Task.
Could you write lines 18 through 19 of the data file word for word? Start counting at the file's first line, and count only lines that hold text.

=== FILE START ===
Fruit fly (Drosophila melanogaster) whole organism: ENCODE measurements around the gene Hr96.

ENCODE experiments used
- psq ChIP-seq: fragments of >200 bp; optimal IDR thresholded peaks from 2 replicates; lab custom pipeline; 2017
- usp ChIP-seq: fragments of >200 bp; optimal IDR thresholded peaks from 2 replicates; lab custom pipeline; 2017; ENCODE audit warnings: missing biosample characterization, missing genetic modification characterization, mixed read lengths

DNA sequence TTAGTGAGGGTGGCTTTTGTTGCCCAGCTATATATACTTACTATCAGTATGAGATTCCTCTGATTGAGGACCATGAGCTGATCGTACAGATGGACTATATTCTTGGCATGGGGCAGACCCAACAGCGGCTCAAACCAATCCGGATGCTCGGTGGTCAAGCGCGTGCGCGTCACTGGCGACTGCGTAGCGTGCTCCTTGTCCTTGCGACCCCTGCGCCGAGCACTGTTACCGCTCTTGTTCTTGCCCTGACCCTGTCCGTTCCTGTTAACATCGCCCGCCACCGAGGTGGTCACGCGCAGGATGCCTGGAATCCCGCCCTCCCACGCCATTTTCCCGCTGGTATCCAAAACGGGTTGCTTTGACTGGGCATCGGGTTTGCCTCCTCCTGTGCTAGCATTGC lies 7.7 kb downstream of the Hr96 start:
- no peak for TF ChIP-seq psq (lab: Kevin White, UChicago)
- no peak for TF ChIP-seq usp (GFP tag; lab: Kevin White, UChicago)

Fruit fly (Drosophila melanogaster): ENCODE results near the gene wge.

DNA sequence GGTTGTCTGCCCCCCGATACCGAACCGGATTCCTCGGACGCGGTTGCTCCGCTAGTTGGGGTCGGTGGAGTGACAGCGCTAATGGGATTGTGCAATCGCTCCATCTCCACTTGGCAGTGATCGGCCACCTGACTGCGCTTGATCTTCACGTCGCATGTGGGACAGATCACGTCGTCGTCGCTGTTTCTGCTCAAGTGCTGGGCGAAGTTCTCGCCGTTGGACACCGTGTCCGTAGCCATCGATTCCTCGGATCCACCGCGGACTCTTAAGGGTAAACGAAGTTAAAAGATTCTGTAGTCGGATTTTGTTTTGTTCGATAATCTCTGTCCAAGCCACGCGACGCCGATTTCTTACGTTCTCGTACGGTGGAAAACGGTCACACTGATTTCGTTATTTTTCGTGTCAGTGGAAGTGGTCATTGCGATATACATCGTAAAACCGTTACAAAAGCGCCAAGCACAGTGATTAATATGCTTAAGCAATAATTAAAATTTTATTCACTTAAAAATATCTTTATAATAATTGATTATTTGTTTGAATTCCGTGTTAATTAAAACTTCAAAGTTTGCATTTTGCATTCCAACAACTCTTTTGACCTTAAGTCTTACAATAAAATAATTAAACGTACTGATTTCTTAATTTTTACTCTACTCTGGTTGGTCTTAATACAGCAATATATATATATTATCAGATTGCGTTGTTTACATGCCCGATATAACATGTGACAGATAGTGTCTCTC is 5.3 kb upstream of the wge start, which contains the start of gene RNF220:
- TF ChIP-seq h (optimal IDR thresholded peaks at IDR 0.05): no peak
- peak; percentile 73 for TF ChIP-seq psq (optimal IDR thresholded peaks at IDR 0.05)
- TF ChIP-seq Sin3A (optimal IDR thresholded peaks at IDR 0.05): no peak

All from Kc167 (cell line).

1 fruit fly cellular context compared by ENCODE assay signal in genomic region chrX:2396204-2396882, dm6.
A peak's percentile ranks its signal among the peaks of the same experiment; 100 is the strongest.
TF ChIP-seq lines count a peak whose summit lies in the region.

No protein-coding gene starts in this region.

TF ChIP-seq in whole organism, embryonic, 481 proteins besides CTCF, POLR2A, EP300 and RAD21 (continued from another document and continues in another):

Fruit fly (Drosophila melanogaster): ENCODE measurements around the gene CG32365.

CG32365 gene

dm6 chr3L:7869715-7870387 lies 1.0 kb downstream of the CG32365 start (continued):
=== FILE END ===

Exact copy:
TF ChIP-seq in whole organism, embryonic, 481 proteins besides CTCF, POLR2A, EP300 and RAD21 (continued from another document and continues in another):

Fruit fly (Drosophila melanogaster): ENCODE measurements around the gene CG32365.